As our nation’s capital, Washington, has millions of visitors each year. Hundreds of thousands work in the District, and around 700,000 people live there.
Few feel safe.
That’s because the District is experiencing a predictable crime crisis caused by pro-criminal policies enacted by the D.C. City Council, and it’s affecting everyone.
Members of Congress and their staff have been assaulted. Visitors and foreign diplomats have been robbed. And businesses are threatening to close in city neighborhoods that can least afford to lose them.
The statistics paint an even worse picture: Homicides are up 37% compared to this time last year. Robberies are up 66%. Auto thefts are up an astounding 106% (5,343 year-to-date), and carjackings are up an equally astounding 108% (745 year-to-date).
Despite back-to-back years with more than 200 homicides, the District is on pace to experience more homicides in 2023 than in any year in two decades.
So, what happened?
The District’s local elected legislature, the D.C. City Council, passed a series of radical “reforms” that sent the unmistakable message that crime in the District would be tolerated.
As we have explained elsewhere, the final bill passed by the council eliminated mandatory minimum penalties for every crime except first-degree murder; reduced the penalties for most crimes (including first-degree murder); and expanded the already hotly debated ability of violent felons to be released from prison early.
The District’s then-chief of police, the U.S. Attorney’s Office for the District of Columbia, and Mayor Muriel Bowser all opposed the bill implementing these radical provisions. The mayor even vetoed it, but the council overrode her veto on Jan. 12, by a 12-1 vote.
Thankfully, a bipartisan majority of both houses of Congress stepped in and, exercising their constitutional authority over the District of Columbia, overrode the bill. President Biden agreed and signed the override into law.
But the council passed another radical bill implementing at the local level many of the most contentious provisions of the George Floyd Justice in Policing Act, a failed bill proposing nationwide police “reforms.”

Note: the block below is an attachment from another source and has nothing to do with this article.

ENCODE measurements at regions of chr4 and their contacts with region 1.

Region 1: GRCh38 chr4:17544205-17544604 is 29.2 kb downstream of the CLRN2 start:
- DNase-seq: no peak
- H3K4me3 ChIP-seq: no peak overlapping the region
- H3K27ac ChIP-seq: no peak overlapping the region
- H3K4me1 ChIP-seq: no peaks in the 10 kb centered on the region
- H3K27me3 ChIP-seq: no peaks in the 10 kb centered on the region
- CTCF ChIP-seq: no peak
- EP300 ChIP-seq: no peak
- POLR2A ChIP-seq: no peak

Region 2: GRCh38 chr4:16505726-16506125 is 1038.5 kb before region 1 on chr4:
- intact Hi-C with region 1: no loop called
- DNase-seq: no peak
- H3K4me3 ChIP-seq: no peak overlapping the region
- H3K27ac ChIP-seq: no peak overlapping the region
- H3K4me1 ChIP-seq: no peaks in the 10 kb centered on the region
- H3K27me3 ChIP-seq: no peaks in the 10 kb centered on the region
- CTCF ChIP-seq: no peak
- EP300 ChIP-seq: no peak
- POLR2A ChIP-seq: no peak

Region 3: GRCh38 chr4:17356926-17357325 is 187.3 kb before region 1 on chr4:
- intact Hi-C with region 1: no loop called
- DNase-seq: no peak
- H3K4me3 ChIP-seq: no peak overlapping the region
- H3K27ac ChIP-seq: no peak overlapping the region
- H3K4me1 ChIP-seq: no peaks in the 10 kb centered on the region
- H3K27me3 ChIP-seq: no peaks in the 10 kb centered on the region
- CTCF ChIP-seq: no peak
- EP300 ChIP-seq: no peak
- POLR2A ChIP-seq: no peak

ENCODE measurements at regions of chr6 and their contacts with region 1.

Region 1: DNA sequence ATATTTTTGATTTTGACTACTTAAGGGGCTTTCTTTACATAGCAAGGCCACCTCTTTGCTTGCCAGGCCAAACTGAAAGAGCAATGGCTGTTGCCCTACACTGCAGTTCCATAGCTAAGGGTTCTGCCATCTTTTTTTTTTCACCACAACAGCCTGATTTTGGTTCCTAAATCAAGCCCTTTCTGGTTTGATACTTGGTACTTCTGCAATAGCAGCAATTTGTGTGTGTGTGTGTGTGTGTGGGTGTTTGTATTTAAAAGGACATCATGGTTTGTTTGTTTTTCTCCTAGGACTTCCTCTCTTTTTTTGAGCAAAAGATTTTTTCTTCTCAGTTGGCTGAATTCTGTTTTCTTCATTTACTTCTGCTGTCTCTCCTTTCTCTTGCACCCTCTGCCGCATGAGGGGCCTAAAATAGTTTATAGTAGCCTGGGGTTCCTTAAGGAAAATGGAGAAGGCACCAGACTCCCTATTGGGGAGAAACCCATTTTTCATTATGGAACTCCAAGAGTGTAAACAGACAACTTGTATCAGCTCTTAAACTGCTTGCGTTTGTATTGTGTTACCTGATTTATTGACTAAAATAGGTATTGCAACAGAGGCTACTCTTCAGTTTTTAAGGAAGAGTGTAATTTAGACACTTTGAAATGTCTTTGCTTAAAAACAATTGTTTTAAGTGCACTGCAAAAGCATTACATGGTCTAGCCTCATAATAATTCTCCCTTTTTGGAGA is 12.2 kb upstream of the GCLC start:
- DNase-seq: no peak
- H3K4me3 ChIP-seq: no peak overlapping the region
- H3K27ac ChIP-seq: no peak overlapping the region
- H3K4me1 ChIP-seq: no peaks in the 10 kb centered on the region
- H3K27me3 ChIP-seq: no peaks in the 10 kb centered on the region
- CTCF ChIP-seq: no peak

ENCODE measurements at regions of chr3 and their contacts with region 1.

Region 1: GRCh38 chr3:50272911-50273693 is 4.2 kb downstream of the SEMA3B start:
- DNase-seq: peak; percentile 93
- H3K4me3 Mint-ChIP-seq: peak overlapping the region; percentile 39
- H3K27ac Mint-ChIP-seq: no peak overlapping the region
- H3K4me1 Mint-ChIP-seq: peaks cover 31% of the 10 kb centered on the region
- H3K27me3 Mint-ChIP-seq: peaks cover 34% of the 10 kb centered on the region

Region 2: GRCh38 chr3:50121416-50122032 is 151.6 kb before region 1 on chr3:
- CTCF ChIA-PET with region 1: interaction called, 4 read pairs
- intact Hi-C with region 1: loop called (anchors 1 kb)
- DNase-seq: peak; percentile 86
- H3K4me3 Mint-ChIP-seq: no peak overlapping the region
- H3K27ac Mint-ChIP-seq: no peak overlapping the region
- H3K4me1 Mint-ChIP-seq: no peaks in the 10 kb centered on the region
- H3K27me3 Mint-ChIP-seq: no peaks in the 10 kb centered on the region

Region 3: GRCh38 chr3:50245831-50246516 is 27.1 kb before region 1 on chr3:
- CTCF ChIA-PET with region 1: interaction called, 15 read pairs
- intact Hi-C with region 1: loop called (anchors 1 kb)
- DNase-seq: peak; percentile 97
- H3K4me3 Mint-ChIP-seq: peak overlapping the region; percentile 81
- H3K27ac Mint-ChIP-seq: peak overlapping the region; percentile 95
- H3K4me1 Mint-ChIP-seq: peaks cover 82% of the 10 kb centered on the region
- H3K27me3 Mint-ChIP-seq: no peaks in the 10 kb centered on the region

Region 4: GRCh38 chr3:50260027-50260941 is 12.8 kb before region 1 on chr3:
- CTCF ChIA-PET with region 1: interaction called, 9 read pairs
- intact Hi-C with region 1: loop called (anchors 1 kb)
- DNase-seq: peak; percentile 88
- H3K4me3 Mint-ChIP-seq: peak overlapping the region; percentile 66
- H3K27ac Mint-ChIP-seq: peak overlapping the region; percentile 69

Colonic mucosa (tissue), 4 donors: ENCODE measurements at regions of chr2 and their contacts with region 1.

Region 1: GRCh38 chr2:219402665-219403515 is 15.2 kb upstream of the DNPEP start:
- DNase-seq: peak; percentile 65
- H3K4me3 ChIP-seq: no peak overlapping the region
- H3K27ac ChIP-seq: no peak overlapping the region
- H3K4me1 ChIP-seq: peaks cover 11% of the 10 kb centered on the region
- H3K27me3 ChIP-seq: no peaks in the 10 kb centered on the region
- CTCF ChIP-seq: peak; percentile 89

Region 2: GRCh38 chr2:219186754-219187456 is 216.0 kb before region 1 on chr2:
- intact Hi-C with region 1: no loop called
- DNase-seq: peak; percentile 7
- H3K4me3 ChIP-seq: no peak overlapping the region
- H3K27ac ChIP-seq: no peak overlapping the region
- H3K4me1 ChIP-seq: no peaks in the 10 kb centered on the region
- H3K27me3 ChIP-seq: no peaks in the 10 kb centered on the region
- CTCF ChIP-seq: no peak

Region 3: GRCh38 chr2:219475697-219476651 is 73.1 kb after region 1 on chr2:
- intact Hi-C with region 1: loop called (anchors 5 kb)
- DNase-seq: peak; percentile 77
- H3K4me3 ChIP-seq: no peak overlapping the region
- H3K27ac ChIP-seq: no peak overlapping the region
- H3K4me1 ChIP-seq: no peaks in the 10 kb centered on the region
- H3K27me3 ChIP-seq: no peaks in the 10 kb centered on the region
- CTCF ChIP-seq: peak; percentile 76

Majorities of both houses of Congress again overrode this local legislation, but Mr. Biden vetoed that override and let the bill become law, a move consistent with his efforts to implement these problematic policies via executive order.
The result was that the recruitment and retention issues that many police departments are facing have been amplified in the District.
The D.C. police force has fewer officers today than at any time in half a century, with the force short about 500 officers and some estimating that the District could be short almost 1,000 officers by the end of fiscal 2024.
That’s why it’s ironic—or as the D.C. police union put it … “insane”—to see some D.C. Council members, such as Charles Allen say that “we need more officers on the force.” Just a few years ago, when he was chairman of the council’s Judiciary Committee, Mr. Allen himself spearheaded efforts to coddle criminals and hamstring the police.
That’s right. In July 2020, Mr. Allen led an effort to cut $15 million from the police department’s budget as part of “grappling with the undoing of centuries of layered systemic racism and permutations throughout our society.”
Despite anticipating that “force numbers [would] start to drop by about 200 officers,” which he said was the “single biggest reduction to MPD [he’s] ever seen,” Mr. Allen suggested that he would still support further cuts because “racial justice won’t be achieved in a single budget.”
Now, Mr. Allen is trying to flip-flop on crime.
In direct contradiction with D.C. Council Chairman Phil Mendelson, who made the baseless claim that there is “no crime crisis” in the District in testimony in front of Congress this past March, Mr. Allen now claims that “crime [is] at an unacceptable level, so that is a crisis.”
Brooke Pinto, current Judiciary Committee chair, agrees and has put forward her Secure D.C. Plan, which includes some modest steps to hold criminals accountable for their actions.
Hearings on various aspects of the plan are ongoing this month with efforts to pass many of its provisions before temporary emergency crime legislation the council passed expires on Oct. 18.
Considering how criminal-friendly the council’s previous actions were and how unwilling council members such as Mr. Mendelson have been to take any responsibility for such egregious and criminal-friendly actions, even a minor course correction like Ms. Pinto’s plan looks promising by comparison, though that’s not saying much.
But notably absent from the plan is a comprehensive strategy of how to appropriately deal with juveniles who commit crime—including charging juveniles as adults when appropriate, something the D.C. attorney general has generally pledged not to do.
It is imperative for Congress to step in and draft a commonsense criminal code for the District of Columbia that would truly serve the best interests of the community by holding all criminals accountable and allowing victims to receive justice.
So far, the D.C. City Council has been unable—or unwilling—to do that.
This piece originally appeared in the Washington Times